Socratic meditation


After a post in Donald Robertson’s facebook group on meditation sucked me into a comment thread, I noted a statement by my friend Yannos that piqued my interest.  In discussing the topic, I had mentioned that there’s no account of sitting or breathing meditation in the Stoic corpus, like we see in Buddhism, for example.  Yannos commented something like, “No, they were standing.”  I had not heard anything like this before.

In speaking with him privately, he gave me some reading homework to do.  In Plato’s Symposium there are two accounts of instances in which Socrates in engaged in a behavior which seems to be a meditation or a trance of some sort, and in both he’s standing still.  It’s also clear that he’s not praying, as in the one account he prays afterwards.  I tend to go to Xenophon for my Socrates-reading, and (perhaps embarrassingly) haven’t read too much of Plato.

Time to correct that, it seems.

The two passages in question are: 174d175c and 220c-d.  I will briefly paraphrase them here.

Plat. Sym. 174d175c

Socrates invites his friend Aristodemus to a dinner party which is hosted by Agathon.  Along the way, Socrates begins to lag behind, and he waves his friend onward.  Upon arriving to the house, he takes up a post at the neighbor’s porch, and stands meditating.  Aristodemus enters the house, and Agathon asks where Socrates is, and sends a servant to collect the man.  When asked by the servant to come in, he refuses.   When the servant reports the happening, Agathon orders him to continue to pester Socrates until he comes in, at which point Aristodemus intervenes and asks the host to let Socrates be, as this is a habit of his which he does frequently, regardless of time and place; and that he will be along shortly.  Agathon agrees to do this.  A short time later, proving Aristodemus correct, Socrates enters.  The mark of wisdom is clearly visible to Agathon, who asks Socrates to share it with him.  Socrates declines, and says that if such a thing were possible, to shift wisdom from one to another as a wick will move a liquid, he would.  But alas, it is not so.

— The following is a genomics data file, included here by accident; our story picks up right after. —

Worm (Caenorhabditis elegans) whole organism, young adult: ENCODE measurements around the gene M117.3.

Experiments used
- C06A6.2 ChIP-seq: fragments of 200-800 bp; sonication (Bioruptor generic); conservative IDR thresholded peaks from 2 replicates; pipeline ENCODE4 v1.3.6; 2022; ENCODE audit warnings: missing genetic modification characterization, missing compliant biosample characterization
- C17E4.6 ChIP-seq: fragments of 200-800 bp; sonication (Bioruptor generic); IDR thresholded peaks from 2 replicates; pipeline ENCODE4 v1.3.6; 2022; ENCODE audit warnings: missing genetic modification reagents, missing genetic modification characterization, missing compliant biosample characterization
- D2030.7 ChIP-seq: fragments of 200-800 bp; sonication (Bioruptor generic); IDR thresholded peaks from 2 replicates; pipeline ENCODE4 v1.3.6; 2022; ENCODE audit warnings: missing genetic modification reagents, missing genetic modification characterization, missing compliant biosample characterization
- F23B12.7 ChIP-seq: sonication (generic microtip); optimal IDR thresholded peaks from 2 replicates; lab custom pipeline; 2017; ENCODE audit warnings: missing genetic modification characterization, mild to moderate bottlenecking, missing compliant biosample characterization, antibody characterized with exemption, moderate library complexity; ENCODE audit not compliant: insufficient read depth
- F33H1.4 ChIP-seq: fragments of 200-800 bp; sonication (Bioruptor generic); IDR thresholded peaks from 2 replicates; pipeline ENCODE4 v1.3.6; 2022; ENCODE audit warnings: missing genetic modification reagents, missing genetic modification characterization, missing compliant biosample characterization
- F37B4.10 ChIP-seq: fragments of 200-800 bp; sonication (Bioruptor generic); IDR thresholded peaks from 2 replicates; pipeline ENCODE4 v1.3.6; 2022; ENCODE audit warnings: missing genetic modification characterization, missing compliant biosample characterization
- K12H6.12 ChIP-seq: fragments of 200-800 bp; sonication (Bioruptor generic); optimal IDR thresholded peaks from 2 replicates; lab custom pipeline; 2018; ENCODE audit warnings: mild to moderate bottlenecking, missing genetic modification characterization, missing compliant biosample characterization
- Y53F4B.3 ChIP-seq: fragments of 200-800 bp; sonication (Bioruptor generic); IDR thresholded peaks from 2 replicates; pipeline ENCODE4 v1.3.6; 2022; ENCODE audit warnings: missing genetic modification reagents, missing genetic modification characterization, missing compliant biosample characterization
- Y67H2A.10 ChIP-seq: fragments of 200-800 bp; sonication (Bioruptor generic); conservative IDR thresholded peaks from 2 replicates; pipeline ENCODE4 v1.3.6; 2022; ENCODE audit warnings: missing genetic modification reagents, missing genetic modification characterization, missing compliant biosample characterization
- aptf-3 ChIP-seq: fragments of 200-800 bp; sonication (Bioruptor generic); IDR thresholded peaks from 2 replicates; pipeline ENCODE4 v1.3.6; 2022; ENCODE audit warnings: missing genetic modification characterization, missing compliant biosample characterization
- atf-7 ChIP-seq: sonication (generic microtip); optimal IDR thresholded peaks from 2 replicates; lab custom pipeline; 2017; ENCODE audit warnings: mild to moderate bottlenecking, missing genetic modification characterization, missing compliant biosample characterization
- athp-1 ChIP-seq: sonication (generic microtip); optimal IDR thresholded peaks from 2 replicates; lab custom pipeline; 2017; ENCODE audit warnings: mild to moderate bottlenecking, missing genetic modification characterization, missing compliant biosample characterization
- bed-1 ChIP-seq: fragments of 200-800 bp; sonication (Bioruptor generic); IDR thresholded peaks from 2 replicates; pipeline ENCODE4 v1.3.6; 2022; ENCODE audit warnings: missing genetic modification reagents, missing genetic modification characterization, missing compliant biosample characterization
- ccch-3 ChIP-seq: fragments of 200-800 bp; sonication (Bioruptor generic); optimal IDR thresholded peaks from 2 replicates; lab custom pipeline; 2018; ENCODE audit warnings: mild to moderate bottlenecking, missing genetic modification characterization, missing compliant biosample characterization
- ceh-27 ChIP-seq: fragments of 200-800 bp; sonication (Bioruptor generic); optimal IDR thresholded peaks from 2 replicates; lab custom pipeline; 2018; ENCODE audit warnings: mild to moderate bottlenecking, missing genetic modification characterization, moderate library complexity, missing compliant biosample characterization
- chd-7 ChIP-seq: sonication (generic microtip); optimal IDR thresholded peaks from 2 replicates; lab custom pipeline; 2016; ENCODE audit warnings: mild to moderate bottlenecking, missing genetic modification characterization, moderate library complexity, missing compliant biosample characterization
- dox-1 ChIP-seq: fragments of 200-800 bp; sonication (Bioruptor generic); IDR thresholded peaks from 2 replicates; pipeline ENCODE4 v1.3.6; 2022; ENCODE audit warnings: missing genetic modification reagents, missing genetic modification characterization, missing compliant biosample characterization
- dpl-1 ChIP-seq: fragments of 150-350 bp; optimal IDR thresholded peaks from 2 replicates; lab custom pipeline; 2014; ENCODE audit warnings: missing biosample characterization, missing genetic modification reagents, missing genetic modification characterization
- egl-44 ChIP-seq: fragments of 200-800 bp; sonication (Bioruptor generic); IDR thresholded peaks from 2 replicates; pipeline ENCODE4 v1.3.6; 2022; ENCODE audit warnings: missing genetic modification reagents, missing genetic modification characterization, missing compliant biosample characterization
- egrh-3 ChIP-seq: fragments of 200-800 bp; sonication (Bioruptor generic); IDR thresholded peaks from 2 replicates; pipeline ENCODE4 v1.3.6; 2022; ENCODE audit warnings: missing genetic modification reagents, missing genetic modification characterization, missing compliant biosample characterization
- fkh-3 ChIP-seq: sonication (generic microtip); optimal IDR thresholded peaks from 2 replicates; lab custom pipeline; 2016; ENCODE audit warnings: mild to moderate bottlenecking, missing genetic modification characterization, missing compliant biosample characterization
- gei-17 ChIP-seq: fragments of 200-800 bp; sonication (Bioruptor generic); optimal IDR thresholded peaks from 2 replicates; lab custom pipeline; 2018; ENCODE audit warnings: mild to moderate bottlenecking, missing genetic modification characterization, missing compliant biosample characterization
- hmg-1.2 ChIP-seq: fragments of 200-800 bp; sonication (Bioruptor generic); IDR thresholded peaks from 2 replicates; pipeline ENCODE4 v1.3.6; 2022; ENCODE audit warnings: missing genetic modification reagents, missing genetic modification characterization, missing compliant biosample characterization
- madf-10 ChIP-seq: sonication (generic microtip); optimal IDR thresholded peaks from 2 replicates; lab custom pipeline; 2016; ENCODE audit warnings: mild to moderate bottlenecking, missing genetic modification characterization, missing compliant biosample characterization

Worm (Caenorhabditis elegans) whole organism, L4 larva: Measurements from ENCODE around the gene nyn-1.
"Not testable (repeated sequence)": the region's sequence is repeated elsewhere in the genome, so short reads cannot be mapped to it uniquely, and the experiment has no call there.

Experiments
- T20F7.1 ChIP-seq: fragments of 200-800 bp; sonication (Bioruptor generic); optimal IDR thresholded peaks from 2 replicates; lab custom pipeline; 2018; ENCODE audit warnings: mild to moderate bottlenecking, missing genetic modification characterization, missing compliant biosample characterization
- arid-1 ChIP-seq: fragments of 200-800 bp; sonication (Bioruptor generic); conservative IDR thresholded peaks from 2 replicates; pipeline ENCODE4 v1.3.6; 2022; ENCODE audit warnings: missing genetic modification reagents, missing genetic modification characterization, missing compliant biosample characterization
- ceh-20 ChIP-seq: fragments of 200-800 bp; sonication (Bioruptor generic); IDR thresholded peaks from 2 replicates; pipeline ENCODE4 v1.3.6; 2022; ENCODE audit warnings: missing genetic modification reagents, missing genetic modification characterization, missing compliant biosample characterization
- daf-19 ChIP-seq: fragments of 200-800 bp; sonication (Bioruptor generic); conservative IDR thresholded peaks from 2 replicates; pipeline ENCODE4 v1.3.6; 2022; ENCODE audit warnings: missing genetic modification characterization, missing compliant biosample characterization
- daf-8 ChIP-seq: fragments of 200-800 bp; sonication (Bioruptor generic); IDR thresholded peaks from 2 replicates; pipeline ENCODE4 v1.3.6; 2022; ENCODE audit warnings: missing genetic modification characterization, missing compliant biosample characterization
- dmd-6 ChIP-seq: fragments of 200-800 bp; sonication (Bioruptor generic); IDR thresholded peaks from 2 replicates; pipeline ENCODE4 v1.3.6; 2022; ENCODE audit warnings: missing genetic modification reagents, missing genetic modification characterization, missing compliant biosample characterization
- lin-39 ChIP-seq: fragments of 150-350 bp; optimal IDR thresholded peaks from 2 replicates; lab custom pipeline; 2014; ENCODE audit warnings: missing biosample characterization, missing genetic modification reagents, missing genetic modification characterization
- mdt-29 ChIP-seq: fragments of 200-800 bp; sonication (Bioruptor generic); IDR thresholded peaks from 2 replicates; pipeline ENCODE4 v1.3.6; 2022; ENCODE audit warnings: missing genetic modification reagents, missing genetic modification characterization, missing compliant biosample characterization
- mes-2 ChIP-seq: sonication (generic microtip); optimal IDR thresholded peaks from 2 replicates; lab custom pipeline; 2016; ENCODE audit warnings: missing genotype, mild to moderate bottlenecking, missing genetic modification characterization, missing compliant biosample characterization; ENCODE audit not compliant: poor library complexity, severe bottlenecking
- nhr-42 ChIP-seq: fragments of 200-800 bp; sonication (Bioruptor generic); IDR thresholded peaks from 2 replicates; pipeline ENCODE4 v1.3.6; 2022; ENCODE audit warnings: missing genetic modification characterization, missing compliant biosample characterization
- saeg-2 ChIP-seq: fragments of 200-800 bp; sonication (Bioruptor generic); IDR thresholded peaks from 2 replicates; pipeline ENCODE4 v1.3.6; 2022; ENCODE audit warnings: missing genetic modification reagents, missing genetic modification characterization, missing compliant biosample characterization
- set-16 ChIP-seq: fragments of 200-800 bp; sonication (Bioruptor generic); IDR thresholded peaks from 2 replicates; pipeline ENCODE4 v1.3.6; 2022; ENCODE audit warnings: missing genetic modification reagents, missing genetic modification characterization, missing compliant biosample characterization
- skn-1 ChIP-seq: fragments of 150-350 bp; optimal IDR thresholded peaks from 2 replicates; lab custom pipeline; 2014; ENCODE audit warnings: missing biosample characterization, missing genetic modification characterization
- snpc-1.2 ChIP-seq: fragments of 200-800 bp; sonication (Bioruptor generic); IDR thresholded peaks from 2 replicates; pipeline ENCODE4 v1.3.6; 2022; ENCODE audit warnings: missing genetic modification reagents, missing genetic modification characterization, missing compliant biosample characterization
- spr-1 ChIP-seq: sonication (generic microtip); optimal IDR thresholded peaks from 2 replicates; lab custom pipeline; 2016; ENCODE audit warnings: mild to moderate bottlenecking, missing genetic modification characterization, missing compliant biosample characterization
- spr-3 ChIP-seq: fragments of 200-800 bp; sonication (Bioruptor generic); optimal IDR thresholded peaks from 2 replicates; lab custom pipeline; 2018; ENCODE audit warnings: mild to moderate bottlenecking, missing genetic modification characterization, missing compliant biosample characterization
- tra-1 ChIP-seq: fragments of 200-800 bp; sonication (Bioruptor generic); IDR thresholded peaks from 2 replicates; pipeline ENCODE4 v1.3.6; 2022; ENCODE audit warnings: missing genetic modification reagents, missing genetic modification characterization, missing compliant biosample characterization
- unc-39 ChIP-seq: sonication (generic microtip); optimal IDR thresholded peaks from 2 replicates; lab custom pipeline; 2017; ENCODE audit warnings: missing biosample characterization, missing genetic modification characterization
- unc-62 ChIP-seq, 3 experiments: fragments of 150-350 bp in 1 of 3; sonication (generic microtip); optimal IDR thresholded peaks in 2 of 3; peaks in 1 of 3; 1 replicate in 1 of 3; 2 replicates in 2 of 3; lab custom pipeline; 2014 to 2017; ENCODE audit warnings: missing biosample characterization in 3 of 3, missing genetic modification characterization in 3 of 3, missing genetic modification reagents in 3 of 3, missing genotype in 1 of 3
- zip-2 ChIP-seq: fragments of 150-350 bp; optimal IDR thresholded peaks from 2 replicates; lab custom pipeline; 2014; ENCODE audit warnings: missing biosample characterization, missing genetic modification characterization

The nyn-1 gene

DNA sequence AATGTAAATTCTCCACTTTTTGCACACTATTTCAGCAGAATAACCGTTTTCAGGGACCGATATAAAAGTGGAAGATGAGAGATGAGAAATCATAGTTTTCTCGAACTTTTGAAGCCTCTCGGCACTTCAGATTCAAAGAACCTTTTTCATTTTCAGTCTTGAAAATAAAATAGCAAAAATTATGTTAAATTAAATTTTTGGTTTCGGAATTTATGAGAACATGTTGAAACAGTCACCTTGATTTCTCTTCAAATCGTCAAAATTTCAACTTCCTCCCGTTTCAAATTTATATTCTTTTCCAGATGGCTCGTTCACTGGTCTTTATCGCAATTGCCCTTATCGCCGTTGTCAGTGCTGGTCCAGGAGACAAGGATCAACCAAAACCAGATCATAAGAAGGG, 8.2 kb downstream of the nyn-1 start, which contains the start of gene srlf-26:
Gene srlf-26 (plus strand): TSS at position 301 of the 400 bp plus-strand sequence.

Two things are worthy of note here, the first is that in this state, at least in the beginning, Socrates can and does interact with others.  He speaks to Aristodemus and to the servant of Agathon.  The second being that this occured frequently enough for others to know of it as a habit of his.  It is a practice or exercise which Socrates engages in often.

Plat. Sym. 220c

Alcibiades tells the dinner guests of another such time Socrates stood, but this was not short venture as the one of early this evening.  At Potidaea, in the Peloponnesian War, Socrates “joined his thoughts with himself” (συνεννοήσας), and stood still from morning, through lunch and the evening, and all through the night until the next morning.  Alcibiades states that we would not give up, suggesting a commitment to the process despite outside pressures.  It was such a sight, that others brought their bedrolls outside to watch.  In the morning, he greeted the sun with prayers for the new day.

In this instance, Socrates stood for 24 hours in this practice.  Most translations will say that Socrates was “thinking over some problem/issue,” but Yannos showed me that the word in question is συνεννοήσας, “συν+ ἐν + νοέω, from νοῦς” so I’ve used ‘joined his thoughts with himself.’  For folks interested, the other Greek words in question to discuss this activity in Plato are: συννενοέω, σκοπέω, φροντίζω τι, and προσέχω τὸν νοῦν.  As Yannos noted, “All this is done while standing and away from everybody else (ἀναχωρήσας).”